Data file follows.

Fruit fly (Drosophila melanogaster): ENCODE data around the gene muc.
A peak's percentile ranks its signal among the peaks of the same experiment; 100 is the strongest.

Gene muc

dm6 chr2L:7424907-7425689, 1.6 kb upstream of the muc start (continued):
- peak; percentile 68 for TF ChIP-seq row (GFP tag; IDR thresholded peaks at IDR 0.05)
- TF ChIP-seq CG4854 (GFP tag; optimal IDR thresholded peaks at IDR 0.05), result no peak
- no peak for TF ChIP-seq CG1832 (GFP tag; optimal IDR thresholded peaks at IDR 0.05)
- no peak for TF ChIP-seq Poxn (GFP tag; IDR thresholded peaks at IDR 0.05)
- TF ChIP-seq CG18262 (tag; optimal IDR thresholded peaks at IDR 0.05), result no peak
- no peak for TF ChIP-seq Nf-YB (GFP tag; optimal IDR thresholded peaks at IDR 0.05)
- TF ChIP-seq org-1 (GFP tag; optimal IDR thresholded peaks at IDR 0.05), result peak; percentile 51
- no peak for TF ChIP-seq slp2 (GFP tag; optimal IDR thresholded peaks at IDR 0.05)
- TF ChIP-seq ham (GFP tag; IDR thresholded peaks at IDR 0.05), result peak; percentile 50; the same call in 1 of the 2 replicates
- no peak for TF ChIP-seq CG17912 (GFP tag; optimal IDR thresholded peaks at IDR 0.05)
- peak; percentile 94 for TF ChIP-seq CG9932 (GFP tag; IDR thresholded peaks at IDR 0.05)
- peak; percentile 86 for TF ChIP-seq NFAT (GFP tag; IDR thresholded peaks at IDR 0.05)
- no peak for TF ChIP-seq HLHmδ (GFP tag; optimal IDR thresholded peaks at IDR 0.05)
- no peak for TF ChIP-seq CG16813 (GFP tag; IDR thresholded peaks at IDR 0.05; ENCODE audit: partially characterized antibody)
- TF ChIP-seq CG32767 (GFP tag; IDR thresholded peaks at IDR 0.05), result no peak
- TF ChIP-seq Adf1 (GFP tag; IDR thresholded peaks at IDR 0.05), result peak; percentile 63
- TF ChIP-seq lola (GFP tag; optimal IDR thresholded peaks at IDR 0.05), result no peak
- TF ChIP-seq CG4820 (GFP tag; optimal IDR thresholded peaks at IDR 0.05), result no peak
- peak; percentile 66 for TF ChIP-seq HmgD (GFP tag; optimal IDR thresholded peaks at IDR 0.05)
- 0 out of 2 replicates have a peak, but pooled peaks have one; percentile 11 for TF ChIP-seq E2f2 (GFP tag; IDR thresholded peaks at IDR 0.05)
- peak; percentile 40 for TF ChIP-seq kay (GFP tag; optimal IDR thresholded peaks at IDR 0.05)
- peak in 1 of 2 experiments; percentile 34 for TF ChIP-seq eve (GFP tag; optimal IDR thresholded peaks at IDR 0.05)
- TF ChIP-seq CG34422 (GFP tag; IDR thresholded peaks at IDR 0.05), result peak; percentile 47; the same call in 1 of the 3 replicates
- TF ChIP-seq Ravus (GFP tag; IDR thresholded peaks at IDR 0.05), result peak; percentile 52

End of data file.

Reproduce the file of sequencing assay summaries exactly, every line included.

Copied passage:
Fruit fly (Drosophila melanogaster): ENCODE data around the gene muc.
A peak's percentile ranks its signal among the peaks of the same experiment; 100 is the strongest.

Gene muc

dm6 chr2L:7424907-7425689, 1.6 kb upstream of the muc start (continued):
- peak; percentile 68 for TF ChIP-seq row (GFP tag; IDR thresholded peaks at IDR 0.05)
- TF ChIP-seq CG4854 (GFP tag; optimal IDR thresholded peaks at IDR 0.05), result no peak
- no peak for TF ChIP-seq CG1832 (GFP tag; optimal IDR thresholded peaks at IDR 0.05)
- no peak for TF ChIP-seq Poxn (GFP tag; IDR thresholded peaks at IDR 0.05)
- TF ChIP-seq CG18262 (tag; optimal IDR thresholded peaks at IDR 0.05), result no peak
- no peak for TF ChIP-seq Nf-YB (GFP tag; optimal IDR thresholded peaks at IDR 0.05)
- TF ChIP-seq org-1 (GFP tag; optimal IDR thresholded peaks at IDR 0.05), result peak; percentile 51
- no peak for TF ChIP-seq slp2 (GFP tag; optimal IDR thresholded peaks at IDR 0.05)
- TF ChIP-seq ham (GFP tag; IDR thresholded peaks at IDR 0.05), result peak; percentile 50; the same call in 1 of the 2 replicates
- no peak for TF ChIP-seq CG17912 (GFP tag; optimal IDR thresholded peaks at IDR 0.05)
- peak; percentile 94 for TF ChIP-seq CG9932 (GFP tag; IDR thresholded peaks at IDR 0.05)
- peak; percentile 86 for TF ChIP-seq NFAT (GFP tag; IDR thresholded peaks at IDR 0.05)
- no peak for TF ChIP-seq HLHmδ (GFP tag; optimal IDR thresholded peaks at IDR 0.05)
- no peak for TF ChIP-seq CG16813 (GFP tag; IDR thresholded peaks at IDR 0.05; ENCODE audit: partially characterized antibody)
- TF ChIP-seq CG32767 (GFP tag; IDR thresholded peaks at IDR 0.05), result no peak
- TF ChIP-seq Adf1 (GFP tag; IDR thresholded peaks at IDR 0.05), result peak; percentile 63
- TF ChIP-seq lola (GFP tag; optimal IDR thresholded peaks at IDR 0.05), result no peak
- TF ChIP-seq CG4820 (GFP tag; optimal IDR thresholded peaks at IDR 0.05), result no peak
- peak; percentile 66 for TF ChIP-seq HmgD (GFP tag; optimal IDR thresholded peaks at IDR 0.05)
- 0 out of 2 replicates have a peak, but pooled peaks have one; percentile 11 for TF ChIP-seq E2f2 (GFP tag; IDR thresholded peaks at IDR 0.05)
- peak; percentile 40 for TF ChIP-seq kay (GFP tag; optimal IDR thresholded peaks at IDR 0.05)
- peak in 1 of 2 experiments; percentile 34 for TF ChIP-seq eve (GFP tag; optimal IDR thresholded peaks at IDR 0.05)
- TF ChIP-seq CG34422 (GFP tag; IDR thresholded peaks at IDR 0.05), result peak; percentile 47; the same call in 1 of the 3 replicates
- TF ChIP-seq Ravus (GFP tag; IDR thresholded peaks at IDR 0.05), result peak; percentile 52